"There's one thing you don't understand," he said. "What you are calling 'the best and the brightest,' the leaders in China call 'troublemakers.; A hundred thousand Ph.D.'s stay behind in the U.S.? Two hundred thousand? A million? Fine! Let them! There's more where that came from! China's got nothing if not people!"

(See Why Beijing Always "Wins")












China's rulers share something in common with the elite in the U.S.: when they get it into their head to undertake a project, nothing stands in their way: not mountains, not deserts . . . and certainly not people.

(See  Cadillac Desert (Don't Try This At Home) )

Monday, September 22, 2014

Channeling Zhong Kui (the Demon Queller)

One of my favorite memories of my time in Taipei was a museum exhibit devoted to a character named Zhong Kui - "the demon queller."

The National Palace Museum is the repository of an enormous treasure trove of art objects transported to Taiwan c. 1949, when the KMT government lost control of the mainland to the Chinese Communist Party. Whatever you think about the morality of that development -- whether you view it as "looting" or "preservation" -- the fact is that it provided hours and hours of exquisite enjoyment for a student living in Taipei in 1979.

I can still close my eyes and remember being inside the Palace Museum - cases containing Song masterpiece after Song masterpiece, in quite, softly-lit, elegantly-outfitted, vaguely aromatic (sandalwood?) galleries. Each of the paintings contained a miniature world, inviting you to enter deeper and deeper in, so that it seemed you would never have the time to explore all of the worlds they offered.  In addition to paintings, there were galleries for all the different types of Chinese artwork - porcelain, bronzes, carvings, etc.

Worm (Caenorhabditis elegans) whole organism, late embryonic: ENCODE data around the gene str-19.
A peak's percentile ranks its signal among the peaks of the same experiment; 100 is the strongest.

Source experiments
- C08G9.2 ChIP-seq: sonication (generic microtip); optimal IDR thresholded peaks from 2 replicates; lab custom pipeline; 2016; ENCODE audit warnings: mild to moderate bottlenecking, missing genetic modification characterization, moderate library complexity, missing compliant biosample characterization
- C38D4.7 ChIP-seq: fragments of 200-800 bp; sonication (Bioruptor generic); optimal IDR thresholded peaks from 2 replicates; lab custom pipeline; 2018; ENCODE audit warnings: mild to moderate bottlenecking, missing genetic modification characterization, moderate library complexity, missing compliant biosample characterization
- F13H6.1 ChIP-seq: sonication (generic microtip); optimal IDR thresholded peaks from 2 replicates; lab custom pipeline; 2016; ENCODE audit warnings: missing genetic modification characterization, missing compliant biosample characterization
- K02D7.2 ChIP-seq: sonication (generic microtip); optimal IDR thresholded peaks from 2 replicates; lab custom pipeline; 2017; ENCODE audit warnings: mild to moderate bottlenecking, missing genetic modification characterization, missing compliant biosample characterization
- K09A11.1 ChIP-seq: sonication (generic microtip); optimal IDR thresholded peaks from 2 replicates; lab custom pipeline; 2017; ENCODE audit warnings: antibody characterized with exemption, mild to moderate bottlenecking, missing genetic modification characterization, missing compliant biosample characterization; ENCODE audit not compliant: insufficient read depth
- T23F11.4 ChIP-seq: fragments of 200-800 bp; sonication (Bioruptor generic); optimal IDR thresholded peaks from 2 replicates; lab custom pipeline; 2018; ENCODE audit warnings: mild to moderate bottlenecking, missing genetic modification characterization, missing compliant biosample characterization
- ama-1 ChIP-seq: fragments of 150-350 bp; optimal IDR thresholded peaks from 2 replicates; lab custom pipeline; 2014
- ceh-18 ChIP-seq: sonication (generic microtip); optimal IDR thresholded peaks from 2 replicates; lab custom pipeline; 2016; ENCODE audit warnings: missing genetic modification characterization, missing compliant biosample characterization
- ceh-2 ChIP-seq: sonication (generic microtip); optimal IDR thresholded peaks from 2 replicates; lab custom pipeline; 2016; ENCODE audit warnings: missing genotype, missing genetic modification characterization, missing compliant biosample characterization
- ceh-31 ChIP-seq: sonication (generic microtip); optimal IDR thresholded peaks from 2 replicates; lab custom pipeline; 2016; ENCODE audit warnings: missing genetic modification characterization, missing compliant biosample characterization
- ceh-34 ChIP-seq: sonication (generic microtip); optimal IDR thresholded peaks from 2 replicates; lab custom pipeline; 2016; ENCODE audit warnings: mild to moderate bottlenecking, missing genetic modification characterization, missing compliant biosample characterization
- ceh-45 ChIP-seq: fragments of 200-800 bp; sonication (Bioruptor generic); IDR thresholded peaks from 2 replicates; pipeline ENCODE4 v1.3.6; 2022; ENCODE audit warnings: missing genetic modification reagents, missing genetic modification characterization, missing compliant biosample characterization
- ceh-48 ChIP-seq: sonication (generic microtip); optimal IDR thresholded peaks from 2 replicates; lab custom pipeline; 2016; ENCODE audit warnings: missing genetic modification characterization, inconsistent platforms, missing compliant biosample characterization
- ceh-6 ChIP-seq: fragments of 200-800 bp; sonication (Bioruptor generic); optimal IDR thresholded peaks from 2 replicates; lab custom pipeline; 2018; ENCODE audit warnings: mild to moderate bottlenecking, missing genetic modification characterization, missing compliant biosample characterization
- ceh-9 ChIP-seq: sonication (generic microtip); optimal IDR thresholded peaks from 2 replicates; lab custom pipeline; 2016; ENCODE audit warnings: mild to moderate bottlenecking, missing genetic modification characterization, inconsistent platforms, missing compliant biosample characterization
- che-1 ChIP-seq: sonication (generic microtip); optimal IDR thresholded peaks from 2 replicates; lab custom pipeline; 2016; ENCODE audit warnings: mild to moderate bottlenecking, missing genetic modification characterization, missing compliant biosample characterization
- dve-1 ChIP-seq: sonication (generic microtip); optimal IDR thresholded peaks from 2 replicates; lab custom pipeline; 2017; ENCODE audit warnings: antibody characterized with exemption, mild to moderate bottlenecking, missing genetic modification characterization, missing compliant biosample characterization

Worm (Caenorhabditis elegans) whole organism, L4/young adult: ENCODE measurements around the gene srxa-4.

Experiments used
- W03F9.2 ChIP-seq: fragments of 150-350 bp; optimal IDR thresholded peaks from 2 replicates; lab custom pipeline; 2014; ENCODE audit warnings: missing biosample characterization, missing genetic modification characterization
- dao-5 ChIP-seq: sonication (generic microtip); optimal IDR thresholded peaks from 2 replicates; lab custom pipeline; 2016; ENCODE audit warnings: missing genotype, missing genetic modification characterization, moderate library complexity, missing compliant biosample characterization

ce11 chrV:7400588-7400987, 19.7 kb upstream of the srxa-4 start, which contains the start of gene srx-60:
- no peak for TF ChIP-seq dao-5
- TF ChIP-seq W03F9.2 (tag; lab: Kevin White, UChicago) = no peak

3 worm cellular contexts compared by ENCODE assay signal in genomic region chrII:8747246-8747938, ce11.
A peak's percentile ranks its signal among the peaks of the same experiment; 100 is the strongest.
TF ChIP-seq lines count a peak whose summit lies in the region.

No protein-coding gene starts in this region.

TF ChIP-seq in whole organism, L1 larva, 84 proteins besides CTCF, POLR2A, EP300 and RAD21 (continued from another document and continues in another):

Zhong Kui painted by the Shun Zhi Emperor (detail)
Zhong Kui as a portal

The Zhong Kui exhibit at the Palace Museum had dozens of paintings and other objects, all related to the character Zhong Kui.

I particularly like the way Zhong Kui's eyes were depicted. They were almost always shown enlarged, as if Zhong Kui were in some sort of trance or manic episode.

Sometimes, they seemed to be shown to be directed in 2 different directions, much like those of the comic actor Marty Feldman.

(Why did I find this maniac look so charming?)

I also particularly liked several of the paintings that combined the story of Zhong Kui with some of the other conventions of traditional Chinese painting; it made it seem like a particularly worthwhile invitation to enter into the painting and go on an exploration:


Zhong Kui by Huang Shen


And I was captivated by a long scroll which showed Zhong Kui together with his rather ghoulish minions - each of which as interesting as Zhong Kui himself:


Gong Kai, Zhong Kui Traveling (c. 1304)
Freer Gallery of Art in Washington, D.C.
(Click to see large-size image.)

Here's a close-up:


Gong Kai, Zhong Kui Traveling
(Click to see large-size image.)

Variations on a theme

Most of all, I think I liked the way there could be so many different genres in which to depict a single character like Zhong Kui, while still remaining within the four walls of "Chinese" culture.

For instance, there's Zhong Kui as character in Peking opera:


Peking Opera: Zhong Kui Marry His Younger Sister Off


Zhong Kui in folk art decoration:


Zhong Kui: Chinese New Year Decoration (stamp)

and folk craft:


Zhong Kui depicted in Chinese-style paper cutting


Objets-d'art such as snuff bottles . . .


Nephrite Jade Zhong Kui snuff bottle


And on and on . . . .

Not surprisingly, as with much else in Chinese culture, the Zhong Kui story has passed into Japanese culture as an object of interest, and he is known there as Shoki. Hence we see a whole panoply of Japanese versions of Shoki the demon queller . . . .

I'm particularly fascinated by the Japanese-style tattoos of Zhong Kui:


Full-back Shoki tattoo


. . . and also Shoki netsuke:


Shoki netsuke


Notably, it fell to a Japanese ukio-e (woodblock print) artist to create a depiction of the first great Chinese artist to paint Zhong Kui:


Totoya Hokkei, Wu Daozi Painting Zhong Kui